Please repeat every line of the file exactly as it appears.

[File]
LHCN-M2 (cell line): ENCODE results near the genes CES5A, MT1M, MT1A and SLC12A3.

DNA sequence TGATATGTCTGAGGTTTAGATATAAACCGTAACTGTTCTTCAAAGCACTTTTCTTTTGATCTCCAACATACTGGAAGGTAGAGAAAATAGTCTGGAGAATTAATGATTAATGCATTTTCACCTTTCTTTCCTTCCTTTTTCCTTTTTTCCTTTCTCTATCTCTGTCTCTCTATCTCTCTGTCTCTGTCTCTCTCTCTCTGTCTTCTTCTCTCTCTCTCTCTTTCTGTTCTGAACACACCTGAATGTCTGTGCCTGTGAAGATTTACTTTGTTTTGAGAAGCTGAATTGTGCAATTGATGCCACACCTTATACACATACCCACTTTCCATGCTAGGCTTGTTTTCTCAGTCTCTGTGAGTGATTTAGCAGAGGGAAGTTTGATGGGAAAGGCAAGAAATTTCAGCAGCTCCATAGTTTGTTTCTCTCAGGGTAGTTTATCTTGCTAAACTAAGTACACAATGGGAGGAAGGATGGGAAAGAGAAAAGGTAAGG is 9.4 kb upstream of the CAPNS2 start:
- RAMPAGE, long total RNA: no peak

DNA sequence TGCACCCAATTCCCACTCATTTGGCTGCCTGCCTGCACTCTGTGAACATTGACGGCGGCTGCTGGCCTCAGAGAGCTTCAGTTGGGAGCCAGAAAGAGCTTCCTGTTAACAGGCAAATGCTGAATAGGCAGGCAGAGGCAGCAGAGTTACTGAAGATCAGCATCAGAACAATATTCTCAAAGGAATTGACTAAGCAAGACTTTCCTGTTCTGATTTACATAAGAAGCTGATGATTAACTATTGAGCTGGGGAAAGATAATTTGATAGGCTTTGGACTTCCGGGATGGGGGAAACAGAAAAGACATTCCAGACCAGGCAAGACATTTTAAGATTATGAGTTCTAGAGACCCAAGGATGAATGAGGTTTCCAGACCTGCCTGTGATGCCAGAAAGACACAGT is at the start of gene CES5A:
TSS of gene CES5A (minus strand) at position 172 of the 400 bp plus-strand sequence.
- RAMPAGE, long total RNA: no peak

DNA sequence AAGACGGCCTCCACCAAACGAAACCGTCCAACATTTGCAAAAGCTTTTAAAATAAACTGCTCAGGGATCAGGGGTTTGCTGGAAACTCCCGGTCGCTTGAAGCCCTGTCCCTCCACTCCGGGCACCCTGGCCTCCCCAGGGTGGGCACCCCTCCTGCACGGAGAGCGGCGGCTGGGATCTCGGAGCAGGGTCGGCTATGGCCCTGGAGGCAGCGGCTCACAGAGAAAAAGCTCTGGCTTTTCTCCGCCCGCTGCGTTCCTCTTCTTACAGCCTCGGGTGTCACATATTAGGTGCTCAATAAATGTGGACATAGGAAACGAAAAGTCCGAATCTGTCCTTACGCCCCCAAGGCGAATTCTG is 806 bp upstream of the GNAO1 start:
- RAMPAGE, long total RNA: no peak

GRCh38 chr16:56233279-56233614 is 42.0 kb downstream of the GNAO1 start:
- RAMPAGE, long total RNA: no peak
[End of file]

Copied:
LHCN-M2 (cell line): ENCODE results near the genes CES5A, MT1M, MT1A and SLC12A3.

DNA sequence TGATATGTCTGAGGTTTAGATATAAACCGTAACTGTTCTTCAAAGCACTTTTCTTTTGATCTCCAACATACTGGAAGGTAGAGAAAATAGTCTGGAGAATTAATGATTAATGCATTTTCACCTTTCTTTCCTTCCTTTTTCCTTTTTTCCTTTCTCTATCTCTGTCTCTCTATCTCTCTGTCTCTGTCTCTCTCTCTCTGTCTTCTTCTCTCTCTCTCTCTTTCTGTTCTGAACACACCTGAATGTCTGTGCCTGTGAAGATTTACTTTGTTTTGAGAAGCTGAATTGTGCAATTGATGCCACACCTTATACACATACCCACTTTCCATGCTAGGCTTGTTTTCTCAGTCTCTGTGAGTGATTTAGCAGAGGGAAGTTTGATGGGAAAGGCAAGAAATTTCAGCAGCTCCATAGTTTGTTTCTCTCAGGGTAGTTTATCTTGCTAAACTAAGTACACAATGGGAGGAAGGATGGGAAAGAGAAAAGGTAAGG is 9.4 kb upstream of the CAPNS2 start:
- RAMPAGE, long total RNA: no peak

DNA sequence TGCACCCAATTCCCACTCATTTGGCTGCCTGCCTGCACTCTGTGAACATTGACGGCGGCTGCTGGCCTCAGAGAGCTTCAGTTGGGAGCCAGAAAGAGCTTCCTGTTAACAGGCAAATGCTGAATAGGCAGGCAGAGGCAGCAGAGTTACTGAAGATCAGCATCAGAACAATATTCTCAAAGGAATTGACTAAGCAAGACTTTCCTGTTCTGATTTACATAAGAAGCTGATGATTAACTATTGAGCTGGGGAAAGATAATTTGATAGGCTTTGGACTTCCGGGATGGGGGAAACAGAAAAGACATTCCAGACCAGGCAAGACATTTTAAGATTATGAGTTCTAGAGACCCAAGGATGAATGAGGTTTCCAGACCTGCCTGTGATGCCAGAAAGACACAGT is at the start of gene CES5A:
TSS of gene CES5A (minus strand) at position 172 of the 400 bp plus-strand sequence.
- RAMPAGE, long total RNA: no peak

DNA sequence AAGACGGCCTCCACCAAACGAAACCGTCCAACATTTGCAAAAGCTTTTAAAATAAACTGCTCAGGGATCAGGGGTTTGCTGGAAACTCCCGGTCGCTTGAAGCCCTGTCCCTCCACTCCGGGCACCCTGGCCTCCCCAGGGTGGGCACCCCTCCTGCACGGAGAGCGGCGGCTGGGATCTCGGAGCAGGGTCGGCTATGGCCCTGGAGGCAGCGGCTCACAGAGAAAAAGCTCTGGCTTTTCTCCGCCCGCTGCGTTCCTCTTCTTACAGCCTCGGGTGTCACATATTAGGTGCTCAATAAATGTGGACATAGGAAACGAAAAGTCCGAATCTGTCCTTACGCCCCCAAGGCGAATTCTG is 806 bp upstream of the GNAO1 start:
- RAMPAGE, long total RNA: no peak

GRCh38 chr16:56233279-56233614 is 42.0 kb downstream of the GNAO1 start:
- RAMPAGE, long total RNA: no peak